Atmospheric River Soaks California

Atmospheric River Soaks California
  • Credit:

    NASA Earth Observatory map by Joshua Stevens, using IMERG data provided courtesy of the Global Precipitation Mission (GPM) Science Team's Precipitation Processing System (PPS). Caption by Mike Carlowicz.

An atmospheric river has been flooding California and other parts of the western United States with rain and snow for nearly a week. Precipitation could be measured in feet rather than inches in some locations, and rivers and valleys filled with some of the worst flooding since 2005. According to meteorologists, the deluge is not over as more storms are predicted through January 12, 2017.

Stretching tens to hundreds of kilometers wide, atmospheric rivers are literally jet streams of moist air. According to the National Oceanic and Atmospheric Administration, the most potent atmospheric rivers can carry an amount of water vapor equivalent to 7.5 to 15 times the flow at the mouth of the Mississippi River. Between 30 and 50 percent of the annual precipitation in the western U.S. comes from just a few atmospheric river events.

Off the West Coast of the U.S., an atmospheric river is often referred to as a “pineapple express,” as the storm systems and moisture often flow from the tropical Pacific near Hawaii. The flow of moist air runs into low-pressure weather systems and can deliver bursts of precipitation for days at a time.

The animation above shows satellite-based measurements of rainfall as it accumulated over California and the western U.S. Specifically, it shows rainfall accumulation every 30 minutes from 4:30 p.m. Pacific Standard Time on January 7 to 4:30 p.m. on January 10. These rainfall totals are remotely-sensed estimates, and local amounts can be significantly higher when measured from the ground. (The data here do not reflect snowfall amounts.) Note how fingers of moisture stretch across the Pacific Ocean and then accumulate over California.

The data come from the Integrated Multi-Satellite Retrievals for GPM (IMERG), a product of the Global Precipitation Measurement mission. The GPM satellite is the core of a rainfall observatory that includes measurements from NASA, the Japan Aerospace Exploration Agency, and five other national and international partners.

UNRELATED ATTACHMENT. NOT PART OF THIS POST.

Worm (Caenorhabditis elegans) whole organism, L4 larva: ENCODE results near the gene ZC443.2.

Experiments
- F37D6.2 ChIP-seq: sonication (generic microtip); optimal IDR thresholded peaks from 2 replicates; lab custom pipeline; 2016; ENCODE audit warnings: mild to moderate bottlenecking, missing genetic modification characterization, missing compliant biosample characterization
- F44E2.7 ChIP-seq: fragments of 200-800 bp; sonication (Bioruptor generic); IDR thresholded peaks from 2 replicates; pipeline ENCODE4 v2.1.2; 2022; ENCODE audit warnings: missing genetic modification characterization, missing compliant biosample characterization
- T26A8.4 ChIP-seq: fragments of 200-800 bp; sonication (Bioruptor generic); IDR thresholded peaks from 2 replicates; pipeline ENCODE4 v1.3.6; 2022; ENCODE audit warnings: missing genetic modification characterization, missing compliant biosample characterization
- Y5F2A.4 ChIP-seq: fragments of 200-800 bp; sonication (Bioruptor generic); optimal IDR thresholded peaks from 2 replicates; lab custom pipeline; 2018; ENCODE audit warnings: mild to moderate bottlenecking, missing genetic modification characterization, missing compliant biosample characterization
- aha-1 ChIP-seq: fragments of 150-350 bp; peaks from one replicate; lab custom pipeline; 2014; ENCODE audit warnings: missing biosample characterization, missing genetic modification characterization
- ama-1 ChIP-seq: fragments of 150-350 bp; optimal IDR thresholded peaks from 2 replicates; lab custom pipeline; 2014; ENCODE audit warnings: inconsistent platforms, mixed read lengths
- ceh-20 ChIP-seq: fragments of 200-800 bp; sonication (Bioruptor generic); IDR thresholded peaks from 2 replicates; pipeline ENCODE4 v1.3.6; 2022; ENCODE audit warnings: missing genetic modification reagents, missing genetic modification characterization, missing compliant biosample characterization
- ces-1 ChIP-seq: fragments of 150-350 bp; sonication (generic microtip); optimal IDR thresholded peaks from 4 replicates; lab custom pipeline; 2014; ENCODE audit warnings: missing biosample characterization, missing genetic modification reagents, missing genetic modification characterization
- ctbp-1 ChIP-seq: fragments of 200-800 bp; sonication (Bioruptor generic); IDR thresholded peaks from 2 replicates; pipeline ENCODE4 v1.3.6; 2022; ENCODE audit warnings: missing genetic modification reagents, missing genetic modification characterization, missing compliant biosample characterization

From January 6 through January 11, 180 inches (4.6 meters) of snow fell on California’s Mammoth Mountain, with 133 inches at Kirkwood and 122 inches at North Star Ski Resort, according to National Weather Service reports. Mount Rose in Nevada was blanketed with 116 inches. At lower elevations in California, rainfall totals reached 15.4 inches (39.1 centimeters) at Alpine Meadows, 12.6 inches at Three Peaks, and 22 inches (56 centimeters) in Homewood (56 centimeters). San Francisco has seen more rain in the first two weeks of 2017 than it did in the entire year of 2013.

News media have reported power outages in Oregon and Northern California. At least five deaths have been attributed to the rain, snow, mudslides, and floods, according to The Weather Channel. Lake Tahoe saw its first blizzard warning in nine years, and a small tornado touched down near Sacramento. Parts of the Sierra Nevada recorded sustained winds of hurricane force, and one wind gust at Squaw Valley, California, reached 173 miles (278 kilometers) per hour.

Flooding has been reported along the Truckee, Napa, Russian, and Merced rivers in California, as well as in Yosemite Valley and Napa Valley. On January 9, flood gates were opened for the first time in 11 years on the Sacramento River.

Images & Animations

File

File Dimensions

  • 720x545
  • GIF

Note: Often times, due to the size, browsers have a difficult time opening and displaying images. If you experiece an error when clicking on an image link, please try directly downloading the image (using a right click, save as method) to view it locally.

Metadata

  • Data Date:

    January 7 - 10, 2017
  • Visualization Date:

    January 11, 2017
  • Sensor(s):

    GPM
NASA - National Aeronautics and Space Administration